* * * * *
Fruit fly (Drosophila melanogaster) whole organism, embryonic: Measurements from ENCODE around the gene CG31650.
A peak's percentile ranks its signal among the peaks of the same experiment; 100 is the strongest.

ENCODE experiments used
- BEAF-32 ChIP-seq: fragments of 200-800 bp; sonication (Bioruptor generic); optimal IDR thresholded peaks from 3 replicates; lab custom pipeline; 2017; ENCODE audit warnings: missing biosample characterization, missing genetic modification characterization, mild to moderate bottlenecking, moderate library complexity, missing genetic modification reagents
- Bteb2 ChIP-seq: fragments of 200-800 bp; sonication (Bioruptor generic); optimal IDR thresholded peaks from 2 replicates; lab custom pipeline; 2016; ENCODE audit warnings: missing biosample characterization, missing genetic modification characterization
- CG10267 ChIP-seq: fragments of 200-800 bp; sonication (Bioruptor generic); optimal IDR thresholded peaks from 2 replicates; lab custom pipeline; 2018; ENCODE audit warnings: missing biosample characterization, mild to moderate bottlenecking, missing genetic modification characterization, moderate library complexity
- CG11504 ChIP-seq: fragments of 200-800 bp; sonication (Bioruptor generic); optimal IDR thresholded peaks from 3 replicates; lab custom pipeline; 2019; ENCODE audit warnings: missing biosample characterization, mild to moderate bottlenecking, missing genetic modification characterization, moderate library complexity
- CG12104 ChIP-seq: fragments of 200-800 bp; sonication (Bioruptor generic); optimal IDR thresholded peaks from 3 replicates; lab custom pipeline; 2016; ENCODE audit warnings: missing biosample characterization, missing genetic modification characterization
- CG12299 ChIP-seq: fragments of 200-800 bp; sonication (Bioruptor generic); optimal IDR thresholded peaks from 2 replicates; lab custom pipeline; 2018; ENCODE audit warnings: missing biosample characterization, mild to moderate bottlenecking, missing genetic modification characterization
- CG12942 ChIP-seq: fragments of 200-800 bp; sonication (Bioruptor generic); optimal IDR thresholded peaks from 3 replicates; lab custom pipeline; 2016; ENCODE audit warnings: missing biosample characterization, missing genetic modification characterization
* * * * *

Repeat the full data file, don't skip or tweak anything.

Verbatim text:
Fruit fly (Drosophila melanogaster) whole organism, embryonic: Measurements from ENCODE around the gene CG31650.
A peak's percentile ranks its signal among the peaks of the same experiment; 100 is the strongest.

ENCODE experiments used
- BEAF-32 ChIP-seq: fragments of 200-800 bp; sonication (Bioruptor generic); optimal IDR thresholded peaks from 3 replicates; lab custom pipeline; 2017; ENCODE audit warnings: missing biosample characterization, missing genetic modification characterization, mild to moderate bottlenecking, moderate library complexity, missing genetic modification reagents
- Bteb2 ChIP-seq: fragments of 200-800 bp; sonication (Bioruptor generic); optimal IDR thresholded peaks from 2 replicates; lab custom pipeline; 2016; ENCODE audit warnings: missing biosample characterization, missing genetic modification characterization
- CG10267 ChIP-seq: fragments of 200-800 bp; sonication (Bioruptor generic); optimal IDR thresholded peaks from 2 replicates; lab custom pipeline; 2018; ENCODE audit warnings: missing biosample characterization, mild to moderate bottlenecking, missing genetic modification characterization, moderate library complexity
- CG11504 ChIP-seq: fragments of 200-800 bp; sonication (Bioruptor generic); optimal IDR thresholded peaks from 3 replicates; lab custom pipeline; 2019; ENCODE audit warnings: missing biosample characterization, mild to moderate bottlenecking, missing genetic modification characterization, moderate library complexity
- CG12104 ChIP-seq: fragments of 200-800 bp; sonication (Bioruptor generic); optimal IDR thresholded peaks from 3 replicates; lab custom pipeline; 2016; ENCODE audit warnings: missing biosample characterization, missing genetic modification characterization
- CG12299 ChIP-seq: fragments of 200-800 bp; sonication (Bioruptor generic); optimal IDR thresholded peaks from 2 replicates; lab custom pipeline; 2018; ENCODE audit warnings: missing biosample characterization, mild to moderate bottlenecking, missing genetic modification characterization
- CG12942 ChIP-seq: fragments of 200-800 bp; sonication (Bioruptor generic); optimal IDR thresholded peaks from 3 replicates; lab custom pipeline; 2016; ENCODE audit warnings: missing biosample characterization, missing genetic modification characterization